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Scaling Samajwadi scare, Lokpal bill moves from RS to Lok Sabha

New Delhi, Dec. 17: The Rajya Sabha today passed the amended Lokpal and Lokayuktas Bill amid a spirit of bonhomie between the government and Opposition benches after a walkout by the Samajwadi Party, the sole objector.

The bill, which promises to punish corruption by public servants, including the Prime Minister, met with hardly any resistance. Only the Samajwadis protested saying the bill would deter ministers and bureaucrats from taking decisions for fear of investigation and action by the Lokpal.

Samajwadi members left the House before law minister Kapil Sibal argued in favour of the bill.

The government had introduced the original bill in 2011 in the Lok Sabha, which had passed it. However, the bill could not be passed in the Rajya Sabha and was referred to a parliamentary select committee headed by Satyavrat Chaturvedi of the Congress and including the BJP’s Arun Jaitley and the Bahujan Samaj Party’s S.C. Mishra.

On the committee’s recommendations, the bill has now been amended. The amended bill will be tabled in the Lok Sabha tomorrow.

Sibal explained the key provisions of the bill and said all public servants would come under its purview.

Jaitley, leader of the Opposition in the House, said the Samajwadis’ fears were misplaced. He hoped the ministers and bureaucrats would take responsible decisions that would enhance accountability in the system.

He praised the leeway the amended version gives to the states in setting up their Lokayuktas. The states have a year’s time to do so after the central law comes into force, and will be allowed some flexibility over the modalities although the Centre will send a model bill for possible adoption by them.

“In this bill, it is evident that federalism and the battle against corruption can co-exist,” Jaitley said.

Jaitley defended the government’s decision to exclude NGOs, religious and charitable trusts and private organisations from the Lokpal’s ambit.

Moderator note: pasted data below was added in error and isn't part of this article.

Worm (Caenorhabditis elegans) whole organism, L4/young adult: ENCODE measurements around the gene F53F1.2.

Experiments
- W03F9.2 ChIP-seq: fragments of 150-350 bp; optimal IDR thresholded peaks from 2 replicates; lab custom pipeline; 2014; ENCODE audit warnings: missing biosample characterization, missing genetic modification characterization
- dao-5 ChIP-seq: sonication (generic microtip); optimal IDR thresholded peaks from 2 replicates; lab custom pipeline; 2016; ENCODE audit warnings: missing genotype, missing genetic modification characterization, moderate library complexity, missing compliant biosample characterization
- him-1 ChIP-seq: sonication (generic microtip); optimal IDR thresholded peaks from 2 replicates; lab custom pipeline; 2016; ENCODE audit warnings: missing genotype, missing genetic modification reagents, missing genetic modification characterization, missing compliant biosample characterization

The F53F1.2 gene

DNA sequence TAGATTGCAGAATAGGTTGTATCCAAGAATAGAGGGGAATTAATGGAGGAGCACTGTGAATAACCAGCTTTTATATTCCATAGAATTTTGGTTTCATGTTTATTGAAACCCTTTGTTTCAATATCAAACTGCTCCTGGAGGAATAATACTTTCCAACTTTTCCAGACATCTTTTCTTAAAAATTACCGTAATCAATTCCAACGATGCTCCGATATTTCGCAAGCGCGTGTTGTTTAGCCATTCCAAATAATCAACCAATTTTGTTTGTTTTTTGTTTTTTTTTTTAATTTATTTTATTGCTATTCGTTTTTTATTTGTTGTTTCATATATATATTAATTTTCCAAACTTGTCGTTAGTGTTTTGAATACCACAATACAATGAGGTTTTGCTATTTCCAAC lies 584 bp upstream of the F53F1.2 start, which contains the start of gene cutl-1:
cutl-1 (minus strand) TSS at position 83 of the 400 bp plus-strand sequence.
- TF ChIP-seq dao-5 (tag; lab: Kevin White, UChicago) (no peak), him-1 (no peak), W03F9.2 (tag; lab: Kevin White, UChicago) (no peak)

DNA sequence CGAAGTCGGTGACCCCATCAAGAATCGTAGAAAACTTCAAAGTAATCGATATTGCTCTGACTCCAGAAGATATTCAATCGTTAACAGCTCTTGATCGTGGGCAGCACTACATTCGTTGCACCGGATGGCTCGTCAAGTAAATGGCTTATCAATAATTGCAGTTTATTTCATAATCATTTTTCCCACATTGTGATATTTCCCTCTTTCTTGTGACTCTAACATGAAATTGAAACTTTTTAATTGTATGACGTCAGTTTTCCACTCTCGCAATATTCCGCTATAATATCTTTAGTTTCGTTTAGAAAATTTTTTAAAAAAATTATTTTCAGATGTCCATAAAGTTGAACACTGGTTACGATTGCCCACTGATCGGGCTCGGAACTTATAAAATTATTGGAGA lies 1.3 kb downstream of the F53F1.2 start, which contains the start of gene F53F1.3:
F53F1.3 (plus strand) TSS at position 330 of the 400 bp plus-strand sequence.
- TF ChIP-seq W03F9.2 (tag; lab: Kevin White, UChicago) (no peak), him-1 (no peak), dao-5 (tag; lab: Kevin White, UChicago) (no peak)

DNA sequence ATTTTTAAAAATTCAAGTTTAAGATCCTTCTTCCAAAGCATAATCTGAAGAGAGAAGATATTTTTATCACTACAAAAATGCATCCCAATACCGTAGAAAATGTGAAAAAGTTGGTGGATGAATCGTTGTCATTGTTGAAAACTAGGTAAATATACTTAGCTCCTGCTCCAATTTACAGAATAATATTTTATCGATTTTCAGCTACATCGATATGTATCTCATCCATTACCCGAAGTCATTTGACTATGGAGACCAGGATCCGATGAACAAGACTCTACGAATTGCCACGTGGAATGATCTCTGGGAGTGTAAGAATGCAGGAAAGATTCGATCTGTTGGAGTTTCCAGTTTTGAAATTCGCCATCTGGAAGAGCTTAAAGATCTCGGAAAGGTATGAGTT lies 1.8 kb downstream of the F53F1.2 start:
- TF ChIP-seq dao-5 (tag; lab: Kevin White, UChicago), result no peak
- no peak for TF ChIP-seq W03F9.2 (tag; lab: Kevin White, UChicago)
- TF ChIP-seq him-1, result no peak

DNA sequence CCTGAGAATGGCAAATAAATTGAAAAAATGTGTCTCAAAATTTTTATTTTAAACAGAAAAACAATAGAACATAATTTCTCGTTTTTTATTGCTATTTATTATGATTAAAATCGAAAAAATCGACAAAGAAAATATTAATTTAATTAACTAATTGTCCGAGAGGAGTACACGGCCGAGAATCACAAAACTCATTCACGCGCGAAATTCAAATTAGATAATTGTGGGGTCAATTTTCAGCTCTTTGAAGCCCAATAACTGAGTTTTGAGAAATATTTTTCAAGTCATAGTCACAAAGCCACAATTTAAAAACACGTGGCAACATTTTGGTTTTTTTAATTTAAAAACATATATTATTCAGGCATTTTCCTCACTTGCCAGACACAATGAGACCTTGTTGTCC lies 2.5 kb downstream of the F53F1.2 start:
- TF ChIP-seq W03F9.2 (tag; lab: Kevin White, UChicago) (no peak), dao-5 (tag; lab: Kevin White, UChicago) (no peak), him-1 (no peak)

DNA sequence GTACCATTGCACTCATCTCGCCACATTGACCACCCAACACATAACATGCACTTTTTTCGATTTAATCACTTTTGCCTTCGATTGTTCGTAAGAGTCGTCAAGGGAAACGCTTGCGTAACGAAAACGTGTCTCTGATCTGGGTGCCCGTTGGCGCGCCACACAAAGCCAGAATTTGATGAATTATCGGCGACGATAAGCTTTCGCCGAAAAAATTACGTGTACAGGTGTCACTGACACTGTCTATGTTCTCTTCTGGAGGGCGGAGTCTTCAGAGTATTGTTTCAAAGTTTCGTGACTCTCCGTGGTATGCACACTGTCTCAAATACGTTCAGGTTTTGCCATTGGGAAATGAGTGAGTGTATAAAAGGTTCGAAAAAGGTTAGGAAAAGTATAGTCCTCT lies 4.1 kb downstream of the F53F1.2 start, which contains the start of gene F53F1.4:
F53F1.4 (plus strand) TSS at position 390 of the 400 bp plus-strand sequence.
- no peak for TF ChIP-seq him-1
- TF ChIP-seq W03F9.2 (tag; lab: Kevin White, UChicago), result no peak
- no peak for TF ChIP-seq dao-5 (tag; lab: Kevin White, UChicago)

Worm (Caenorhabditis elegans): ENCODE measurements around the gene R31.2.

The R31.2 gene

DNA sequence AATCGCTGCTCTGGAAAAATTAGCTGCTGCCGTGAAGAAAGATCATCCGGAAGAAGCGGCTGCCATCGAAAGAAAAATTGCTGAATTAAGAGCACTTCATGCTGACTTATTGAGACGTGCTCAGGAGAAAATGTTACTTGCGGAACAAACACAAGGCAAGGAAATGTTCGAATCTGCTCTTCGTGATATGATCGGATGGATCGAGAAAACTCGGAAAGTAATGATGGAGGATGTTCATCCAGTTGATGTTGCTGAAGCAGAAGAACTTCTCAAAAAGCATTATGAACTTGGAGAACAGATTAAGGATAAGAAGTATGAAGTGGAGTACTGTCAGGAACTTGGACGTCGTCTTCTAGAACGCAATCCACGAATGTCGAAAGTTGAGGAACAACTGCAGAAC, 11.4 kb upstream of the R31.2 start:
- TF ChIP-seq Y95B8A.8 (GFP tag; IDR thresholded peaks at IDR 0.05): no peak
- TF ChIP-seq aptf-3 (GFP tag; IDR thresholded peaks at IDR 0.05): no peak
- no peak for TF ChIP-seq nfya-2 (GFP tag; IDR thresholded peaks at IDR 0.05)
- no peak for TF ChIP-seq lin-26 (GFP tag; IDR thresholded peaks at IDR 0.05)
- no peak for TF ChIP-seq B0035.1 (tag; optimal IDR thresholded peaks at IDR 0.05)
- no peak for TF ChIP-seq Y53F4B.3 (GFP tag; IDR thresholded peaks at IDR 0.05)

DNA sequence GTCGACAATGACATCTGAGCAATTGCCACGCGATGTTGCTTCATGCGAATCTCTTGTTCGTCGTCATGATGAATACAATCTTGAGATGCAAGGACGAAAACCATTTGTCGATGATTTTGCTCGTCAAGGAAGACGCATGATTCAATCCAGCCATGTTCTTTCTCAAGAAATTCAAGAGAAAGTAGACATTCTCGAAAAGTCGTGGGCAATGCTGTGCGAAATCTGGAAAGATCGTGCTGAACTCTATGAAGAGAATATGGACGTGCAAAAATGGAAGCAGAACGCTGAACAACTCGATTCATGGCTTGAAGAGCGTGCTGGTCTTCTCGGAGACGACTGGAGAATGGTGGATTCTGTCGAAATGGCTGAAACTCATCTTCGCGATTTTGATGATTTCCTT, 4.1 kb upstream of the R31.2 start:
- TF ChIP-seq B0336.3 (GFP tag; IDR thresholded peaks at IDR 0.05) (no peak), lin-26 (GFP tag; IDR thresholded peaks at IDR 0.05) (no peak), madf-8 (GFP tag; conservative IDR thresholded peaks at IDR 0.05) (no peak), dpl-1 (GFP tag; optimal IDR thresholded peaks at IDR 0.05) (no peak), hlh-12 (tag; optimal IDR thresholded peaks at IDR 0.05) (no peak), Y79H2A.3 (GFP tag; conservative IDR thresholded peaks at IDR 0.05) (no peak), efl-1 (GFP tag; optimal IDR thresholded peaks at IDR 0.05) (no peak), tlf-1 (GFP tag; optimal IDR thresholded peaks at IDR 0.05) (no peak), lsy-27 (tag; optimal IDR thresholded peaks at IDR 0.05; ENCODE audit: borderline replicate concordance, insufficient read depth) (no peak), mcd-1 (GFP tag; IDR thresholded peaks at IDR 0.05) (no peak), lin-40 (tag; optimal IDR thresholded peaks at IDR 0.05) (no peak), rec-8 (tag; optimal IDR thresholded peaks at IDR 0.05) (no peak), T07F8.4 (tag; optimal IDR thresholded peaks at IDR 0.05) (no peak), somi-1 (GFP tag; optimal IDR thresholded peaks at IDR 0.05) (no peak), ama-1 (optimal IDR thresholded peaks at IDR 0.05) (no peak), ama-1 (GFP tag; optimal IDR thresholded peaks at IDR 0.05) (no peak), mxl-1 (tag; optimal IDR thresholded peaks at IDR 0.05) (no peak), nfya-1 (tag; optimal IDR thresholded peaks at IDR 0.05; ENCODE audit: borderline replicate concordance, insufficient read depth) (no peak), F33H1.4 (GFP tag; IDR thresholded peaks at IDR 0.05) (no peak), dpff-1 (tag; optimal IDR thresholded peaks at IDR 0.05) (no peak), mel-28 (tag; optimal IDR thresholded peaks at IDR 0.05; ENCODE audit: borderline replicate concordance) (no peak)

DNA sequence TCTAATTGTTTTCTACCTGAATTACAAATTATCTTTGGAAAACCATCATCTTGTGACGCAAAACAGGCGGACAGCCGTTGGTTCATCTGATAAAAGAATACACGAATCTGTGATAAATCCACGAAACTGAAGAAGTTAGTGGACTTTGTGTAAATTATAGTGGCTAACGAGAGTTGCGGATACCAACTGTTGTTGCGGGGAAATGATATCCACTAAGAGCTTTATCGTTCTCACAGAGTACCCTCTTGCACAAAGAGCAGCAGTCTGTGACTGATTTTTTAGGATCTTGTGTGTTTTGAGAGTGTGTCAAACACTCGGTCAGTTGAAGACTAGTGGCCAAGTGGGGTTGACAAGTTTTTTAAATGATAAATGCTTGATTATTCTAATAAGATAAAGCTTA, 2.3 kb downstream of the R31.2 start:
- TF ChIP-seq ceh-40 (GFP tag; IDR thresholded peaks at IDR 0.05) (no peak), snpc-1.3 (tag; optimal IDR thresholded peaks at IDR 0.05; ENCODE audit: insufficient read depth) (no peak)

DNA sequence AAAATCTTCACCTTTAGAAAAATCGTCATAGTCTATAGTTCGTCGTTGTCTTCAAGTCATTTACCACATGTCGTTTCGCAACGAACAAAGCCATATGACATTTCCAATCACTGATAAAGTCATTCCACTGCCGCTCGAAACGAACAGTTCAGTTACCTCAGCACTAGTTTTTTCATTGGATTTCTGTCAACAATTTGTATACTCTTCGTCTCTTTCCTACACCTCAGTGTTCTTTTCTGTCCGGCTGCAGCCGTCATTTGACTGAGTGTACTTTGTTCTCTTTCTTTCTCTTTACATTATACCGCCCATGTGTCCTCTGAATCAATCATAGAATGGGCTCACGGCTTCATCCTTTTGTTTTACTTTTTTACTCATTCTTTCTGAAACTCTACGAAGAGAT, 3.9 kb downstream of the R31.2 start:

“Our select committee felt that the inclusion of private entities would burden the Lokpal,” he said.

The BJP leader, however, criticised the government for the provision that says the Lokpal should hear out the accused public servant before starting a preliminary inquiry.

“In case of an allegation of a bribe or disproportionate assets, you need not give any chance to the accused to explain” themselves before starting an inquiry, he said.

CPM leader Sitaram Yechury, however, said the Lokpal should investigate corruption by corporate bodies relating to funds received from the government — say, for example, for public-private partnership projects. He moved an amendment on this subject but it was defeated.

Trinamul Congress leader Sukhendu Sekhar Roy welcomed the elbowroom given to the states over the Lokayuktas. But he questioned the provision that half the Lokpal members should be retired Supreme Court judges.

“A former Supreme Court judge is accused of sexual harassment. Still, he is holding the high office of the human rights commission in Bengal. The government should have a re-look at this provision,” Roy said.

He also questioned the provision that bars people’s representatives from membership of the Lokpal, saying this was a stigma on the fraternity.

Sibal explained that people’s representatives were often accused of irregularities: so, making them Lokpal members could lead to a conflict of interest.

AIADMK leader V. Maitreyan ribbed the government, saying it hadn’t been serious about the bill till the rout in the recent Assembly elections.

Maitreyan said the Prime Minister and the chief ministers should not be brought under the Lokpal bill’s ambit. When Tamil Nadu passes its Lokayukta bill, it will keep the chief minister out of its purview, he said.

Janata Dal (United) member Shivanand Tiwary said greed was the main reason for corruption and stressed the need to bridge the gap between the poor and the rich.

Sibal thanked all the parties for their support and said the government would bring in laws to protect whistleblowers and to address public grievances.